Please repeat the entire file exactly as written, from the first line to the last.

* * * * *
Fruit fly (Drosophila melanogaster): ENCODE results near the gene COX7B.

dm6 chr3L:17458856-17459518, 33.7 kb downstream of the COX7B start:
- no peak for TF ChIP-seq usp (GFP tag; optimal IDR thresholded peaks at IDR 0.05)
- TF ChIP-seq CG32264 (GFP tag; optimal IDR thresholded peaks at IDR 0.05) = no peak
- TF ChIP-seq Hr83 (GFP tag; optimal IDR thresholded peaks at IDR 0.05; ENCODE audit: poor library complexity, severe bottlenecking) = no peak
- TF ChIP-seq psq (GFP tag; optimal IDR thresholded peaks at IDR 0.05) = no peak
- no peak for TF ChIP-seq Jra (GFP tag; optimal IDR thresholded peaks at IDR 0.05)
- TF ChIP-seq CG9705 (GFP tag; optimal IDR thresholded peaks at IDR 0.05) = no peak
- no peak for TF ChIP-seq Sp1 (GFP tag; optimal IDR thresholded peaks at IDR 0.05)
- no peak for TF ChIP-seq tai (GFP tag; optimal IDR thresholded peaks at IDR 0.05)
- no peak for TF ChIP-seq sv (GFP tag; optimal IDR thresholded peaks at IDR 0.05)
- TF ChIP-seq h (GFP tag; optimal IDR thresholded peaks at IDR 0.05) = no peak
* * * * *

Fruit fly (Drosophila melanogaster): ENCODE results near the gene COX7B.

dm6 chr3L:17458856-17459518, 33.7 kb downstream of the COX7B start:
- no peak for TF ChIP-seq usp (GFP tag; optimal IDR thresholded peaks at IDR 0.05)
- TF ChIP-seq CG32264 (GFP tag; optimal IDR thresholded peaks at IDR 0.05) = no peak
- TF ChIP-seq Hr83 (GFP tag; optimal IDR thresholded peaks at IDR 0.05; ENCODE audit: poor library complexity, severe bottlenecking) = no peak
- TF ChIP-seq psq (GFP tag; optimal IDR thresholded peaks at IDR 0.05) = no peak
- no peak for TF ChIP-seq Jra (GFP tag; optimal IDR thresholded peaks at IDR 0.05)
- TF ChIP-seq CG9705 (GFP tag; optimal IDR thresholded peaks at IDR 0.05) = no peak
- no peak for TF ChIP-seq Sp1 (GFP tag; optimal IDR thresholded peaks at IDR 0.05)
- no peak for TF ChIP-seq tai (GFP tag; optimal IDR thresholded peaks at IDR 0.05)
- no peak for TF ChIP-seq sv (GFP tag; optimal IDR thresholded peaks at IDR 0.05)
- TF ChIP-seq h (GFP tag; optimal IDR thresholded peaks at IDR 0.05) = no peak